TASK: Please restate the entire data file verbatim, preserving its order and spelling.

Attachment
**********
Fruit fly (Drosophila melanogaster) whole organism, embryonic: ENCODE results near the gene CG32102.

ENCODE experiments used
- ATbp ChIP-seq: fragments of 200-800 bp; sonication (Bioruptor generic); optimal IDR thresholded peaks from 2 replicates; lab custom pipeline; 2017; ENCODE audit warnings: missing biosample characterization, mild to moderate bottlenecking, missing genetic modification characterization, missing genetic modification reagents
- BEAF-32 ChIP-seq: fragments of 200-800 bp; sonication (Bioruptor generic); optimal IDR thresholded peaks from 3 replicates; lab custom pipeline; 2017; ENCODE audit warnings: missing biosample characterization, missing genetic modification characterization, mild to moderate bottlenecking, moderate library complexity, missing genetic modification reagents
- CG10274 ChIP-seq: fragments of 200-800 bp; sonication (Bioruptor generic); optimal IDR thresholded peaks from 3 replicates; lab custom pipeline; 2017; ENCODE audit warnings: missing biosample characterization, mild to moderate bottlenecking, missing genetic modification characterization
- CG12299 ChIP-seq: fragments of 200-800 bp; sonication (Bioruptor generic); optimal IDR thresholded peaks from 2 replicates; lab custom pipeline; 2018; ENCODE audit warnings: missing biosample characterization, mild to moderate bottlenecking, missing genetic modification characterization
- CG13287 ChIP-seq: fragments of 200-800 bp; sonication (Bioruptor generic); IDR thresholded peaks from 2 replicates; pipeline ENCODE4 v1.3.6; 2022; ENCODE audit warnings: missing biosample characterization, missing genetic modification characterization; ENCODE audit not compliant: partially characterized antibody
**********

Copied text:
Fruit fly (Drosophila melanogaster) whole organism, embryonic: ENCODE results near the gene CG32102.

ENCODE experiments used
- ATbp ChIP-seq: fragments of 200-800 bp; sonication (Bioruptor generic); optimal IDR thresholded peaks from 2 replicates; lab custom pipeline; 2017; ENCODE audit warnings: missing biosample characterization, mild to moderate bottlenecking, missing genetic modification characterization, missing genetic modification reagents
- BEAF-32 ChIP-seq: fragments of 200-800 bp; sonication (Bioruptor generic); optimal IDR thresholded peaks from 3 replicates; lab custom pipeline; 2017; ENCODE audit warnings: missing biosample characterization, missing genetic modification characterization, mild to moderate bottlenecking, moderate library complexity, missing genetic modification reagents
- CG10274 ChIP-seq: fragments of 200-800 bp; sonication (Bioruptor generic); optimal IDR thresholded peaks from 3 replicates; lab custom pipeline; 2017; ENCODE audit warnings: missing biosample characterization, mild to moderate bottlenecking, missing genetic modification characterization
- CG12299 ChIP-seq: fragments of 200-800 bp; sonication (Bioruptor generic); optimal IDR thresholded peaks from 2 replicates; lab custom pipeline; 2018; ENCODE audit warnings: missing biosample characterization, mild to moderate bottlenecking, missing genetic modification characterization
- CG13287 ChIP-seq: fragments of 200-800 bp; sonication (Bioruptor generic); IDR thresholded peaks from 2 replicates; pipeline ENCODE4 v1.3.6; 2022; ENCODE audit warnings: missing biosample characterization, missing genetic modification characterization; ENCODE audit not compliant: partially characterized antibody